There are several steps to follow to accomplish a dual boot system. I would bet the entire DH is allocated to windoze. You will fist have to find out exactly what partitions are there.
O.K. a partition is a division in the disk, allocating space. In windows you would know this as C: D: etc. To complicate matters the terminology in linux is different. We designate partitions by drive, and partition number. For example, the first serial HD would be sda. The first partition would be known as sda1. The second as sda2, etc. Then next drive would be sdb, so the fist partition on the second drive is sdb1 etc...
A little more about partitions. There are different kinds of partitions. There are primary partitions, and extended partitions. You are only allowed 4 primary partitions on a HD, no matter how big it is. This is why extended partitions exist. If you need more than 4, we usually create a primary, ( one is necessary ) and the rest in extended. An extended partition can be sub-divide into more partitions. Not sure what the limit is, but many. You can also "hide" partitions. This is often used on netbooks. Since Bills company no longer supplies CD's to install from, there will be a restore partition you can not see. There is probably a diagnostic partition as well, hidden again. This means the manufacturer has used up all the primary partitions on you. I know, I have a HP netbook that came this way.
In short, what I'm telling you is, you need to find out what you have available, not unused space as windoze sees it. Unused space that is allocated to windoze or a restore partition, is not available to install linux to.
I had no interest in windbloze, so I just deleted the partitions, but new ones and installed. Bye windoze! I know you do not want to do that.
What to do. There are distros that supplies visual tools to allow you to 'see' the partitioning scheme. One is called Partedmagic. It is bootable from a CD. Netbook, no CD drive I bet. You may be able to install it to a USB stick, and boot. Then you will be able to see the scheme you have bought.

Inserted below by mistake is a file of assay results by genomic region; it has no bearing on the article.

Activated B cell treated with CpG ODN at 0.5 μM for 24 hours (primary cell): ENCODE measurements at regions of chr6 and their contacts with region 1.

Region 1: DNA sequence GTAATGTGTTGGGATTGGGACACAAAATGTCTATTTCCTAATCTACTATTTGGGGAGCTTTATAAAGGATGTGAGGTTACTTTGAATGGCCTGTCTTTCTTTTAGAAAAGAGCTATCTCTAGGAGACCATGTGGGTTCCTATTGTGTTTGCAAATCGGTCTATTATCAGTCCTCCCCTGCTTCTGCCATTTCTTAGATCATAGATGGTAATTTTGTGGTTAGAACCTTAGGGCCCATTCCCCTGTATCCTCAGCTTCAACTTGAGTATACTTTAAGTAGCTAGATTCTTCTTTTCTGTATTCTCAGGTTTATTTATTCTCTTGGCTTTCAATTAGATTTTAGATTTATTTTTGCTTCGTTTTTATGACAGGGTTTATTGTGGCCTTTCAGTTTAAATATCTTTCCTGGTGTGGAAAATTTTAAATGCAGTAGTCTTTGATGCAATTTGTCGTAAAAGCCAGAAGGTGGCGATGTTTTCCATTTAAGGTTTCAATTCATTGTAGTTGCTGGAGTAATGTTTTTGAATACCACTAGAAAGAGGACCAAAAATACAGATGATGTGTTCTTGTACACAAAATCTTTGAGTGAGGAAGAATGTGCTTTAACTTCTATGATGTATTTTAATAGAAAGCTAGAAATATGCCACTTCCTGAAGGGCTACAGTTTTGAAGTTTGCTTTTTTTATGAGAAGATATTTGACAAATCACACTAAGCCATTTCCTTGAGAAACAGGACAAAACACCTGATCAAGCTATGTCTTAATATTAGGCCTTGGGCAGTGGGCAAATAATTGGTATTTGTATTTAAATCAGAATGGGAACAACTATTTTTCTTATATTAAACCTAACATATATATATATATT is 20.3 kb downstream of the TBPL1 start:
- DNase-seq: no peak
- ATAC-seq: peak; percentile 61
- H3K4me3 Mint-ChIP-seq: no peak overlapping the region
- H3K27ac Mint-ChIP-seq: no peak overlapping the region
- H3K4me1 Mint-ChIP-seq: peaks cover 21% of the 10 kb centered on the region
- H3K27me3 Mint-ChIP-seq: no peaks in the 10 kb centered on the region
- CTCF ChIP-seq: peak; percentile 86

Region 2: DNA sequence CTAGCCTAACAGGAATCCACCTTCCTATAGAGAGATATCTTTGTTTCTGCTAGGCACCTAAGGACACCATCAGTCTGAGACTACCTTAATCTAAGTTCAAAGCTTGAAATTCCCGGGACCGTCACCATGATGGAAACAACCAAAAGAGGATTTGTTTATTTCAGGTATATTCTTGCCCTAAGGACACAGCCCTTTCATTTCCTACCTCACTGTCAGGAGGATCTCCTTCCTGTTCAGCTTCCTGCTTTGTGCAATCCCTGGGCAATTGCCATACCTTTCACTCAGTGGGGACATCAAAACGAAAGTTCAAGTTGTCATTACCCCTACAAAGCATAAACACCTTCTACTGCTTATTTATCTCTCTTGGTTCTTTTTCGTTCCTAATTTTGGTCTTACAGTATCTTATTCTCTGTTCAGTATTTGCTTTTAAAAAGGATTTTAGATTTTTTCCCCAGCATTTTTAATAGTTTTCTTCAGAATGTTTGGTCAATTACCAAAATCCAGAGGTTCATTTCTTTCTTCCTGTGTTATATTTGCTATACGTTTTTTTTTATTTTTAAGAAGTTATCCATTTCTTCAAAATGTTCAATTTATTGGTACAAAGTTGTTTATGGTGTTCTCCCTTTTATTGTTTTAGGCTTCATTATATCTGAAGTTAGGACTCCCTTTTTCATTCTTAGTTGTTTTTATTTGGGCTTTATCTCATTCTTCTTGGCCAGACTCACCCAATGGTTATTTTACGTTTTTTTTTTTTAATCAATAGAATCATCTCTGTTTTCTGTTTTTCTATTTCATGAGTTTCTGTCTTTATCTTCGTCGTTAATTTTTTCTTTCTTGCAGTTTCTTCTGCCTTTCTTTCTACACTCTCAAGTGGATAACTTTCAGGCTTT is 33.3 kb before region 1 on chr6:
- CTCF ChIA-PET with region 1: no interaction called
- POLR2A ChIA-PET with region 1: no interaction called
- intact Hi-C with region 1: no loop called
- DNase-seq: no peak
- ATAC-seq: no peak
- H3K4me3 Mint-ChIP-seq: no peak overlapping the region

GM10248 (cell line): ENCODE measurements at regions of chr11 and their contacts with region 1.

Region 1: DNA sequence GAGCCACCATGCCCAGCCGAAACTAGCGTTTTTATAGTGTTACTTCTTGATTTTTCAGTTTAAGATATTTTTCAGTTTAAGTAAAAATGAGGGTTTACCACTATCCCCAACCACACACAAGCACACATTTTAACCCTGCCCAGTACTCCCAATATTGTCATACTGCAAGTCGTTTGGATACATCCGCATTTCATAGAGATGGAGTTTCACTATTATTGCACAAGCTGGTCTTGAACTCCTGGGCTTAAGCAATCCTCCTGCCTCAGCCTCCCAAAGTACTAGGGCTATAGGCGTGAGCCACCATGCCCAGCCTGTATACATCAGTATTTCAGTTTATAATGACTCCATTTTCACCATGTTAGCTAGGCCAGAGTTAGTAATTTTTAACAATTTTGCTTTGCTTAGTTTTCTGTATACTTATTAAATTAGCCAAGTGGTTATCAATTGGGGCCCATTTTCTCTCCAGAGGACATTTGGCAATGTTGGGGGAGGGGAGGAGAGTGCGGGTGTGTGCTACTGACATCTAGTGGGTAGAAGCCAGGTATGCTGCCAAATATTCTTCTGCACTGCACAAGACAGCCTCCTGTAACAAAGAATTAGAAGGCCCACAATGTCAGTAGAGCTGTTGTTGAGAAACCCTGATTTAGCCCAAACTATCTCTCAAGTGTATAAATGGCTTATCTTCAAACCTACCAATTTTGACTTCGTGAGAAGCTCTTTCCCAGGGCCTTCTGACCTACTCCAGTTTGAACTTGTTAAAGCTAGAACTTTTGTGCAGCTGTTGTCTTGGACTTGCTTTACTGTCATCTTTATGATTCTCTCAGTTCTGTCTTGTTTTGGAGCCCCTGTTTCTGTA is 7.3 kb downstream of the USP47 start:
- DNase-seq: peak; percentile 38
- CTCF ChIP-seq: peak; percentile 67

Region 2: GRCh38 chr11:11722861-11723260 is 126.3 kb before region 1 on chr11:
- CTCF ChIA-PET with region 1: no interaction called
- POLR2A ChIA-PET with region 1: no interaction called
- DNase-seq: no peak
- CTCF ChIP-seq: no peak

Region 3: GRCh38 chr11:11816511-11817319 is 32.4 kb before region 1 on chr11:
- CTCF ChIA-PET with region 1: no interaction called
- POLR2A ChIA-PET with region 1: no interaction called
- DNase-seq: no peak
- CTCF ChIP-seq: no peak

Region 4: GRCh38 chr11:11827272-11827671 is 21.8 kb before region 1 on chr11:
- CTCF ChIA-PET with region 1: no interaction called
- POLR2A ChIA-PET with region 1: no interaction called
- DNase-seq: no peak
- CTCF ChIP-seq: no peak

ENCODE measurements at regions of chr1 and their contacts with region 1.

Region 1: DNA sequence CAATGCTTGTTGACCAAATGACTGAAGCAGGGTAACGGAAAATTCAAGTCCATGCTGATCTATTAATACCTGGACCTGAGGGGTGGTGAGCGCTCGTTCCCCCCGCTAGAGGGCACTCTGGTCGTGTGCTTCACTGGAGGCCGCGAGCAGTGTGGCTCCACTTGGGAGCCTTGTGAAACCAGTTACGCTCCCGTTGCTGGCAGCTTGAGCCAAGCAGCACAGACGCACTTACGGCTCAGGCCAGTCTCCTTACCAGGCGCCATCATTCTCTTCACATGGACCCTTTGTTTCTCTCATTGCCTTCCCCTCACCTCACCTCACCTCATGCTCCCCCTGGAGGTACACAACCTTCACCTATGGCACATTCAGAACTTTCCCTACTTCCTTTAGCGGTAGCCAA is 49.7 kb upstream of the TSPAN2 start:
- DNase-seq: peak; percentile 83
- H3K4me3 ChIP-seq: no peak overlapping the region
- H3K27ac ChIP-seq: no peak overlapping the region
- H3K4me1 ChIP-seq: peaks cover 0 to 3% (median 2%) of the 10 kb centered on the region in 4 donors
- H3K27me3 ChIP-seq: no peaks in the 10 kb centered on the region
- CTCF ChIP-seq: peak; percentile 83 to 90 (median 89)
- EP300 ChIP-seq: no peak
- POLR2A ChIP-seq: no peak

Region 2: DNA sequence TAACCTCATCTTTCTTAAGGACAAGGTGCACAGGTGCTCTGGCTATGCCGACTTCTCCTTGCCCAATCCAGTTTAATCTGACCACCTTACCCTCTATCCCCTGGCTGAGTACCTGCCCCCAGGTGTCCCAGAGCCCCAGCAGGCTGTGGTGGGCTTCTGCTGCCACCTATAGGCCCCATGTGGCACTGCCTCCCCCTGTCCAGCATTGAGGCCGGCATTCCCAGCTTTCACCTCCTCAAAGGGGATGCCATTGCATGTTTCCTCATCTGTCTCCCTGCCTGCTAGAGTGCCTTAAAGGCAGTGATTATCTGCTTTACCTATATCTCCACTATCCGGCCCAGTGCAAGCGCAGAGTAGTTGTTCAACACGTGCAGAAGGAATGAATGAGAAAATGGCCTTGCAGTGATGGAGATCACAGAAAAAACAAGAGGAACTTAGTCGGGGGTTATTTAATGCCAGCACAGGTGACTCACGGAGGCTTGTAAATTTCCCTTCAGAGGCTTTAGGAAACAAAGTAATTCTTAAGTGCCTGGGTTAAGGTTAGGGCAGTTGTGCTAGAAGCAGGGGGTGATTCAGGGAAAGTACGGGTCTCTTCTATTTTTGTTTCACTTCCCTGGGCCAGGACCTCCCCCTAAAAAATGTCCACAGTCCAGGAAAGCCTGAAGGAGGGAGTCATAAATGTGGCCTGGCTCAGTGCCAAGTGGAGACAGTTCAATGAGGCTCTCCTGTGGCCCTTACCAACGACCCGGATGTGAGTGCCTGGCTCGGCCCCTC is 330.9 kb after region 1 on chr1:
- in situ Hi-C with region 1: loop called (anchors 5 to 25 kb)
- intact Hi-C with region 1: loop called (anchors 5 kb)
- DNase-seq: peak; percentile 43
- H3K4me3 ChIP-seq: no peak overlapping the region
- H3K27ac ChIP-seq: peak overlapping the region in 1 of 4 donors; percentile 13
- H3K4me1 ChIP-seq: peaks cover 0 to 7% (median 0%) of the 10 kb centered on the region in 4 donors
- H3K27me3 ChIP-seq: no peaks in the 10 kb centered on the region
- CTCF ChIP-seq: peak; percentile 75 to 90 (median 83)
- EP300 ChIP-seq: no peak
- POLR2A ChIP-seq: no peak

There are also windoze programs like Partition Magic that do the same things. Your choice here.
You are part way there. The first thing to do is backup any windoze stuff you do not want to loose. Second in defragging. Next is to start shrinking at lease one windoze partition, to create free un-allocated space. Next move that space ( your 50 or so gig ) beyond the windoze partitions, and any hidden partitions. Then you can install to that unallocated space. Ubuntu has partitioning tools in the install, so you can create your linux partitions. BTW, the reason for moving the free space beyond windoze, is , windoze may not be able to recognize any partition that is not a Win part, and would no longer 'see' a partition beyond a linux part.
There is another way. Personally I don't like it. Ubuntu has something called Wubi. As I understand it, you install Linux within your windbloze file system, using Wubi. Never used it myself, since I don't trust windoze NTFS file systems.
This was created for noobs so you can install, run linux, learn it, and then do what you like later. ( a real install ).
You can find out more about Wubi on the Ubuntu forums. See this link -->http://ubuntuforums.org/
Ask questions, it took me a long time to understand some of this stuff, there is a lot to know...
Hope this helps.